The first impression can be nearly impossible to reverse. The impression made during a first encounter is extremely important, simply because it sets the scene for all future interactions.

Remember the importance of the smile!

“Smile and the world smiles too,” as the adage goes. There’s nothing like a smile to create a good first impression. A pleasant and confident smile puts both parties at ease. So, smiling is always a winner when it comes to making a great first impression.

Project confidence

Body language as well as appearance speaks much louder than words. Use your body language to project self-assurance. Stand tall, make eye contact, and greet with a firm handshake. Good manners together with polite, attentive, and enthusiastic behavior help make a good first impression.  When decision making comes, people will forget all the words you said but will remember the image you created.

How to Overcome Fear While In-transition

How to Overcome Fear While In-transition

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During my work with job seekers or those contemplating a job/career change, I evaluate the amount of fear that drives—or paralyzes—my clients. To some extent, all of them exhibit fear originated by some threat—or so they perceive. For a person out of a job, that feeling is not only a perception but also, unfortunately, a reality. The normal human body has a built-in mechanism to protect itself from such an emotion by either confronting it or running away from it. It’s also known as the fight-or-flight response. In more-extreme situations, such fear leads to anxiety, but I’ll let a mental-health professional explain that one.

Conversely, a few clients indeed become energized by fear resulting from lack of employment. Their adrenaline levels rise sharply, and they’re ready to attack. They see opportunities coming out of this employment change, and nothing stops them from getting to their next assignment. They exhibit a go-getter mentality and thrive on even small incremental successes. However, the majority of those I see react to their unknown futures by clamming up and thus thinking they’re protecting themselves during this vulnerable stage of their life. I vividly remember my own situation during a transition. My entire attitude could have been described as, “The answer is no, so what’s your question?” It’s a shame that our emotions and our logic are not always congruent.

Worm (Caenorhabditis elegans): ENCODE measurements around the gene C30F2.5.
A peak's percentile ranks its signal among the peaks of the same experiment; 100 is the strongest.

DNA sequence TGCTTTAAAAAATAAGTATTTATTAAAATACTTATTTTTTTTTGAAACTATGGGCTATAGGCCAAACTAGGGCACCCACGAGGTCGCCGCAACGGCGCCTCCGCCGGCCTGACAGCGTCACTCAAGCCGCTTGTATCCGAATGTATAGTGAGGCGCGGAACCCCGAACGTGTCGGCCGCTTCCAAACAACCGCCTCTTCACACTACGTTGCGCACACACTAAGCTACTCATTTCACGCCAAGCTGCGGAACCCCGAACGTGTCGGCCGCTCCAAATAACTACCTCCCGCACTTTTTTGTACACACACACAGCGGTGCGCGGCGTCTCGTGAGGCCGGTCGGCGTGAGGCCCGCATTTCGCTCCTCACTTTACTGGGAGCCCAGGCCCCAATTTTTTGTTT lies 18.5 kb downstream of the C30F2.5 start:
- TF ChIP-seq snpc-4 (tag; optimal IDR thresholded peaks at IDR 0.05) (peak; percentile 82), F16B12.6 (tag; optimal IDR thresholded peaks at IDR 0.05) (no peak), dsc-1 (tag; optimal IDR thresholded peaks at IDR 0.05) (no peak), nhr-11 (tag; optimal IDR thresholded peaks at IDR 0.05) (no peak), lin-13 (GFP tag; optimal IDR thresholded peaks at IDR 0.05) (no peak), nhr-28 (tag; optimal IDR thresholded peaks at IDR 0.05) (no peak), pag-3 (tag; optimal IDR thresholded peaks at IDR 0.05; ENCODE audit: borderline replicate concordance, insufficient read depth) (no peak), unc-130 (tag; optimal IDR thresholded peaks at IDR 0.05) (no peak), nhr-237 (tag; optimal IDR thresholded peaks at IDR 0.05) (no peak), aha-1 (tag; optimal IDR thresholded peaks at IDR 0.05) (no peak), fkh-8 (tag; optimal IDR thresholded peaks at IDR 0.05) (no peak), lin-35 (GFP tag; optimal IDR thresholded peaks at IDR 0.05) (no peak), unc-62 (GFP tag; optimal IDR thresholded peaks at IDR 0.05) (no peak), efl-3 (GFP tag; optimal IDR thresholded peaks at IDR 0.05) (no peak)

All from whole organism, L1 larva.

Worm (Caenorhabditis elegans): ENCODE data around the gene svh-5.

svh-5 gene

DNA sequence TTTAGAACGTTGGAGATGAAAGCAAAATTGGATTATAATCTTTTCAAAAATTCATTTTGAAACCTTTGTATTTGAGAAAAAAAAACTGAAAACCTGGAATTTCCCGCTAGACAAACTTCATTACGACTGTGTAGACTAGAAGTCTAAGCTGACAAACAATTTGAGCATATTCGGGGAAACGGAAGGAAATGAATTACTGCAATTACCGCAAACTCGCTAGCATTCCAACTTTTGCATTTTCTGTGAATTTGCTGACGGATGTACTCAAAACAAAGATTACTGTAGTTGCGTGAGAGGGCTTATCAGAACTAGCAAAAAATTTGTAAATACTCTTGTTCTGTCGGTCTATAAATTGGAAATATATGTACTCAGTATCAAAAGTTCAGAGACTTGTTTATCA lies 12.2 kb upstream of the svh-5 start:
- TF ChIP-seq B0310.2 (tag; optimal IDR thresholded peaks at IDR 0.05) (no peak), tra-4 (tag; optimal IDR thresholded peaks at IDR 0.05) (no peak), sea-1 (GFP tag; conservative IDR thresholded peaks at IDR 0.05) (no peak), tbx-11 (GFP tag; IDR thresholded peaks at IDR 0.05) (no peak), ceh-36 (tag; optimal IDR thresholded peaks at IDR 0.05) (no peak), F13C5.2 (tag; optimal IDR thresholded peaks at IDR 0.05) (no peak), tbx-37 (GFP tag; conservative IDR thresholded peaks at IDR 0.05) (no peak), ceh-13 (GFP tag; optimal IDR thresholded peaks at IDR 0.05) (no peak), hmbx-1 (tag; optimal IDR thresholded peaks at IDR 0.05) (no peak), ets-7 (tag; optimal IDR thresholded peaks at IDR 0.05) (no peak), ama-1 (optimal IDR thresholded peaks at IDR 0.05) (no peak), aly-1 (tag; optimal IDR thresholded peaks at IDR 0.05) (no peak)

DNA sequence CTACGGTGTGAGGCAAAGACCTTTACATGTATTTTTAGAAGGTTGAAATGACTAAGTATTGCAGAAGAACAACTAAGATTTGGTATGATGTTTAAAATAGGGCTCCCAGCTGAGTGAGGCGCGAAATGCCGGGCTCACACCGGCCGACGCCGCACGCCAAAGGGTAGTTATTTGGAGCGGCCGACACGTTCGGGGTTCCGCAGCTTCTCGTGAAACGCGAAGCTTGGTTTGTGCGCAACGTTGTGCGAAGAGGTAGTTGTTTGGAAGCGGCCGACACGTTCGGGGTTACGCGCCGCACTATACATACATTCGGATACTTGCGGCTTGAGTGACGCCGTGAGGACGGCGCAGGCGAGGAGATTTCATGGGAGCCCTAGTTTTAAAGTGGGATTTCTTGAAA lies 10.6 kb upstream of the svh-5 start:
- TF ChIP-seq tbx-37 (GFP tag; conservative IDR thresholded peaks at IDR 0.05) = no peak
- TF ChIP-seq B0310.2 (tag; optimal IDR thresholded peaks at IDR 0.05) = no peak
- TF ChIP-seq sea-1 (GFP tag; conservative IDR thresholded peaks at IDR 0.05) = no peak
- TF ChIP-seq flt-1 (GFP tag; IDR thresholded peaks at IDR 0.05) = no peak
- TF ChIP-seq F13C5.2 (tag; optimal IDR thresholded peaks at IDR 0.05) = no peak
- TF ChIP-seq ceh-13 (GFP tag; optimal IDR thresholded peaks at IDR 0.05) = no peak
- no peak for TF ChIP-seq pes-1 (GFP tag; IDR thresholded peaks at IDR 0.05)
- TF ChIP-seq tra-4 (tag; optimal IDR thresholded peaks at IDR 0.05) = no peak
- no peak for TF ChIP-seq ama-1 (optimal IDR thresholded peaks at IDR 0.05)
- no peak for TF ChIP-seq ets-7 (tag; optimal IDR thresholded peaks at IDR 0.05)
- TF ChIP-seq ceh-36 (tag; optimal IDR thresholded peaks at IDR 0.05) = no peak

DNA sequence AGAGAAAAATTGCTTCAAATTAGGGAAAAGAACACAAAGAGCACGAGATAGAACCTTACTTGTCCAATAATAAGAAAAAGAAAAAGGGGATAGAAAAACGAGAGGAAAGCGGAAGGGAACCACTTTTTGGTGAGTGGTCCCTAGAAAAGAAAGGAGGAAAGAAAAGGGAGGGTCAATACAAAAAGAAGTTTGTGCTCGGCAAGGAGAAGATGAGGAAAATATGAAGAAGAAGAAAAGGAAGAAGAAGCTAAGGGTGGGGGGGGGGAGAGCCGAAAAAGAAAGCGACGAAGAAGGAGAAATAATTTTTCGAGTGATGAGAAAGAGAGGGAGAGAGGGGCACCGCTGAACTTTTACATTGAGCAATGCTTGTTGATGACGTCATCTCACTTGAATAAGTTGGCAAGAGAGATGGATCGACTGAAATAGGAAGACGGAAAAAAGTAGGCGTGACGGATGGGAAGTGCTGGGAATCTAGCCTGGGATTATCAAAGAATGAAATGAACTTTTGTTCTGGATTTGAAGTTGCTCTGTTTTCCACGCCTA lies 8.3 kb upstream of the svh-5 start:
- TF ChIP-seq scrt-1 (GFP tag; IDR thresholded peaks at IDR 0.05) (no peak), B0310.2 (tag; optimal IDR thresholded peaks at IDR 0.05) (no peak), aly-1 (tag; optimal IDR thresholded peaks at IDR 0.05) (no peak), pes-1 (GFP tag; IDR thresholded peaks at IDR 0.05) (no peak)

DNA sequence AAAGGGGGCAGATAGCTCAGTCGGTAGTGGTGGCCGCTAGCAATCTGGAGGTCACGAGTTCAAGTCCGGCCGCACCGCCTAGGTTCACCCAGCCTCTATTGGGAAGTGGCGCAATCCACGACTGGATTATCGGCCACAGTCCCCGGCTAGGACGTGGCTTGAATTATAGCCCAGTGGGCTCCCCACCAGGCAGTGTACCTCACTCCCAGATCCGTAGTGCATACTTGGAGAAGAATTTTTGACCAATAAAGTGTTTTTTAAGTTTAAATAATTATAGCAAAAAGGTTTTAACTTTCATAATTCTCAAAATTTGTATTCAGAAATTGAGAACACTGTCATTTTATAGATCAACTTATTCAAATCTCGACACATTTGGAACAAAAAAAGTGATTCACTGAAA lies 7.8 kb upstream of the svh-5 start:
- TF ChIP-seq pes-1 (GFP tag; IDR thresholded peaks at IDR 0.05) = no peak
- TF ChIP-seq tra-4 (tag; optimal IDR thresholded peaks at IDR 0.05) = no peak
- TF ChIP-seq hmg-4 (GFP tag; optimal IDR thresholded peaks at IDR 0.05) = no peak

In working with people who at times seem paralyzed due to their new, jobless reality, I try to clearly understand what’s behind the obvious fact that they don’t have jobs. That understanding is typically complex and intertwined with other, tangled elements. For example, embarrassment vis-à-vis family and friends, or self-humiliation as a parent unable to financially support a child who wants and deserves a college education, or, perhaps, aggravation of an already bad spousal relationship due to the inability to contribute to basic family finances for an extended period. And the list can go on and on.

In such a situation, my solution is to attempt to provide clients with (1) job search tools, (2) exposure to and familiarity with the job search process, (3) ample amounts of mock interviewing that increase clients’ confidence, knowledge and experience, and above all, (4) listening as they talk about their pain, and (5) an understanding of all they’re going through. Another tactic that’s proved successful is helping clients learn to divert their attention to something positive. For example, clients can learn to network effectively in order to establish new relationships with people who may be able to help them and whom in turn they can help. Clients can also learn to discuss volunteering opportunities that not only could lead to a job but in the interim could help job seekers mingle with other people. And, more often than not, volunteers could hear again the words “Thanks for a job well done”—a sentiment that for a while has probably been absent from their lives.